With schemes like Saubhagya and Ujjwala, the country is now entering a phase of greater energy availability, said Prime Minister Narendra Modi at the Petrotech 2019 Summit.
“We are entering an era of greater energy availability,” Modi said, adding, “India has taken a lead in addressing issues of energy access. But more than a billion people across the globe still do not have access to electricity. Many more do not have access to clean cooking fuel.”
Modi said LPG connections have been given to over 64 million households in just under three years under the Ujjwala Scheme. The Scheme aims to provide clean cooking fuel connection to all households in India.
The Prime Minister added that India’s contribution to energy justice is significant.“In our success, I see hope for the world that problems of energy availability can be suitably addressed. People must have universal access to clean, affordable, sustainable and equitable supply of energy,” he added.
Under the electricity-for-all Saubhagya scheme, Modi said this year the aim is to achieve 100 per cent electrification of households in India.
The Prime Minister added, “During the last Petrotech Conference in December 2016, I mentioned four pillars for India’s energy future. These are energy access, energy efficiency, energy sustainability and energy security. Energy justice is also a key objective for me, and a top priority for India.”
Modi also remains hopeful the country will attract more foreign investments. “Companies like Saudi Aramco, ADNOC, TOTAL, Exxon-Mobil, BP and Shell are looking to increase their investments across the value chain,” he said in his inaugural speech. India remains an attractive market for energy companies with energy demand expected to more than double by 2040, he added.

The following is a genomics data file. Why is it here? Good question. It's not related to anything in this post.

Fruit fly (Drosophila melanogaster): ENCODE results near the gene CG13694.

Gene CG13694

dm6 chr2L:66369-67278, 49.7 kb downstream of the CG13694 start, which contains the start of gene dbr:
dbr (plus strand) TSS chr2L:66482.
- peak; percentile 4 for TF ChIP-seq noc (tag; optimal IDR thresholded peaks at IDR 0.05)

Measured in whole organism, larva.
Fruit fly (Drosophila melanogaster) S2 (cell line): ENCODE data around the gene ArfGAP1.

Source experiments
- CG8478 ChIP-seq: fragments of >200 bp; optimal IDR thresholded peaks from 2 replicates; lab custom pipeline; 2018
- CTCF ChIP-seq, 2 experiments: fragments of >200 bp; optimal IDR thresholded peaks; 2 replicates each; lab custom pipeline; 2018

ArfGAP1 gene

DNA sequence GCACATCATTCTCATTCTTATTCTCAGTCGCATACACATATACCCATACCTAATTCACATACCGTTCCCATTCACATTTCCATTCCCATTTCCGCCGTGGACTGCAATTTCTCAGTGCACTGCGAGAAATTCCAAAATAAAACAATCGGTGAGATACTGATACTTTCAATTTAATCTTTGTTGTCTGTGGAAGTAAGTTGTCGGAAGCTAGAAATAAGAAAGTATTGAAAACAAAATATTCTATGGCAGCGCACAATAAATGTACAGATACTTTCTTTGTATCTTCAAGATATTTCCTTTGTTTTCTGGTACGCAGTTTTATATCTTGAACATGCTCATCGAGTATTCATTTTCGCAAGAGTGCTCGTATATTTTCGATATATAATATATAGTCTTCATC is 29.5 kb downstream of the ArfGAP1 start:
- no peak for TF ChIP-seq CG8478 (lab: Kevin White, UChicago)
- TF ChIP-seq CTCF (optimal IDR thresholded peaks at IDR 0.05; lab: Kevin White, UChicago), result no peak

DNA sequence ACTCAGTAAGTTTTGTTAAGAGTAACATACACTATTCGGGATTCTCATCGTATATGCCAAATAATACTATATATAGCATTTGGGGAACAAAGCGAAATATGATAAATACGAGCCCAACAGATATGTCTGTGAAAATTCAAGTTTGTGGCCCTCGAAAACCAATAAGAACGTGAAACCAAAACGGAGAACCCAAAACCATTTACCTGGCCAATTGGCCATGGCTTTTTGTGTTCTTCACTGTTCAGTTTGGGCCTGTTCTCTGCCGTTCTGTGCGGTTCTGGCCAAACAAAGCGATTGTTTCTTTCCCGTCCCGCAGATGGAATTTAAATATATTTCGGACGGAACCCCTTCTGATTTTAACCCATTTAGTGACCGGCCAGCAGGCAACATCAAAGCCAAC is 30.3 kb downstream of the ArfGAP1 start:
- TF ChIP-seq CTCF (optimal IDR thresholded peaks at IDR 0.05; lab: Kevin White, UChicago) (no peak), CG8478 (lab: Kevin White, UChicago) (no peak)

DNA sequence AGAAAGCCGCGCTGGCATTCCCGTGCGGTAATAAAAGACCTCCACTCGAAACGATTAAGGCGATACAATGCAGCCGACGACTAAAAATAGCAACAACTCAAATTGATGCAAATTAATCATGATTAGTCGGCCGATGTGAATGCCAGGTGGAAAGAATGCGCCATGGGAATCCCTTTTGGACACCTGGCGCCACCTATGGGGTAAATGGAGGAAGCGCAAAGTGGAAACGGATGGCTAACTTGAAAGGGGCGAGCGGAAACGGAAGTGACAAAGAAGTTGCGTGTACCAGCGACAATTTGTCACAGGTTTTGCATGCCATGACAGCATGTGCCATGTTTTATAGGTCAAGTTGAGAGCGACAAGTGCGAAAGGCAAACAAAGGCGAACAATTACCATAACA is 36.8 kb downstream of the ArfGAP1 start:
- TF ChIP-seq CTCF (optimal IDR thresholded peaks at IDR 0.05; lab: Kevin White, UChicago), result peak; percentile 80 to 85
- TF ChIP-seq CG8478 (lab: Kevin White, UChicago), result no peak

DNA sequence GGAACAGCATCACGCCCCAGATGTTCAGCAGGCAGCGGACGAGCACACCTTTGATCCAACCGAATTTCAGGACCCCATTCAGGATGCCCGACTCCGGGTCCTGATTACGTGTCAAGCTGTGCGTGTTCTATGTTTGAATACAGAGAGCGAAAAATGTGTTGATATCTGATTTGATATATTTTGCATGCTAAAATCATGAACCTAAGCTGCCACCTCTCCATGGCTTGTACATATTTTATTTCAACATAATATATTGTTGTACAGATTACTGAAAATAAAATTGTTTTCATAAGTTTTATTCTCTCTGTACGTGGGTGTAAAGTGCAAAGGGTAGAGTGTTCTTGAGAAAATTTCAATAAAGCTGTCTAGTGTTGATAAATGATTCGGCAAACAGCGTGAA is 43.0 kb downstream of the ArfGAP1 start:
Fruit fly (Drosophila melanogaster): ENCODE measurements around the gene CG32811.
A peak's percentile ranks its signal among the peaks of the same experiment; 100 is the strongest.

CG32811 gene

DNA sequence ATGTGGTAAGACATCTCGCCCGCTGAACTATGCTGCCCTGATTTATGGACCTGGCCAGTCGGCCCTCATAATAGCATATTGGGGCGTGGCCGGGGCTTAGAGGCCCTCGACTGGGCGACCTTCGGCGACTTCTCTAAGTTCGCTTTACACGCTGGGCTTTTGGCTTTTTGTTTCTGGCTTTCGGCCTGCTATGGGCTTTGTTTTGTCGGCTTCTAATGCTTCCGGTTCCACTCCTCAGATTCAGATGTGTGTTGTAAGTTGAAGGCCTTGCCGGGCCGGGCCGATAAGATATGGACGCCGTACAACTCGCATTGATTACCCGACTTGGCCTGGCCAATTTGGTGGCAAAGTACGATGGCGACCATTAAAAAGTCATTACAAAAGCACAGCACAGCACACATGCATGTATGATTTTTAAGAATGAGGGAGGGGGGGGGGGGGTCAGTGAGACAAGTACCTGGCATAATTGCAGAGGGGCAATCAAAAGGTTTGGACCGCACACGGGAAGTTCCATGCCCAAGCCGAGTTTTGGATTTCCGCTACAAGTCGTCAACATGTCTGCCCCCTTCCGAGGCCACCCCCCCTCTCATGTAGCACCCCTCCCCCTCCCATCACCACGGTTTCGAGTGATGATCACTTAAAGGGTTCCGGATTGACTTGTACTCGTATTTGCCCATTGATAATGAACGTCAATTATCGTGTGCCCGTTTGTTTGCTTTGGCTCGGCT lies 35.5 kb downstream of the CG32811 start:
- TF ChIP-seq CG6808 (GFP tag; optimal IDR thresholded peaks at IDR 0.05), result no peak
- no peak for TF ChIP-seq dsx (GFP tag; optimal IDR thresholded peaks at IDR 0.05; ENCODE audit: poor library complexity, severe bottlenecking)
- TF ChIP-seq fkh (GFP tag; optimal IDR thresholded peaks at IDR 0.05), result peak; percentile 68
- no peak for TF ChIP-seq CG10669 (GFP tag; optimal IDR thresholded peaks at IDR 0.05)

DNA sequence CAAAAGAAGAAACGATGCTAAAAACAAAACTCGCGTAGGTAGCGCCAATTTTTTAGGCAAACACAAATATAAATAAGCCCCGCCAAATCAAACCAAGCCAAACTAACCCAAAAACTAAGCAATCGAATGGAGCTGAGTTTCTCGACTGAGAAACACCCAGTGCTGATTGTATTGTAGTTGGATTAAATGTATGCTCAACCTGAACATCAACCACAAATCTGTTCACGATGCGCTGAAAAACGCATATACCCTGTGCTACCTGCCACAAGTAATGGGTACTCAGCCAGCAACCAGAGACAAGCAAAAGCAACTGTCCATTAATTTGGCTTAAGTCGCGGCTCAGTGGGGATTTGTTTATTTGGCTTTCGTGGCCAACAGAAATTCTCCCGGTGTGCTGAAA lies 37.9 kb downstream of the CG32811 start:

The country’s refining capacity is expected to grow further with liberalisation of the downstream sector and market driven pricing for auto fuels, the Prime Minister said. “India has the fourth largest refining capacity in the world. This will further grow by about 200 million metric tonnes by 2030,” he said.
Modi highlighted the need for responsible crude oil pricing. “For too long, the world has seen crude prices on a rollercoaster. We need to move to responsible pricing, which balances the interests of both the producer and consumer. We also need to move towards transparent and flexible markets for both oil and gas,” he said.
He added, energy supply, sources and consumption patterns are changing. “Perhaps, this could be a historic transition. There is a shift in energy consumption from West to East,” he said. He pointed out solar energy and renewable sources of energy have become more competitive and as substitutes for traditional energy forms. He added, natural gas is fast emerging as one of the largest fuels in the global energy mix.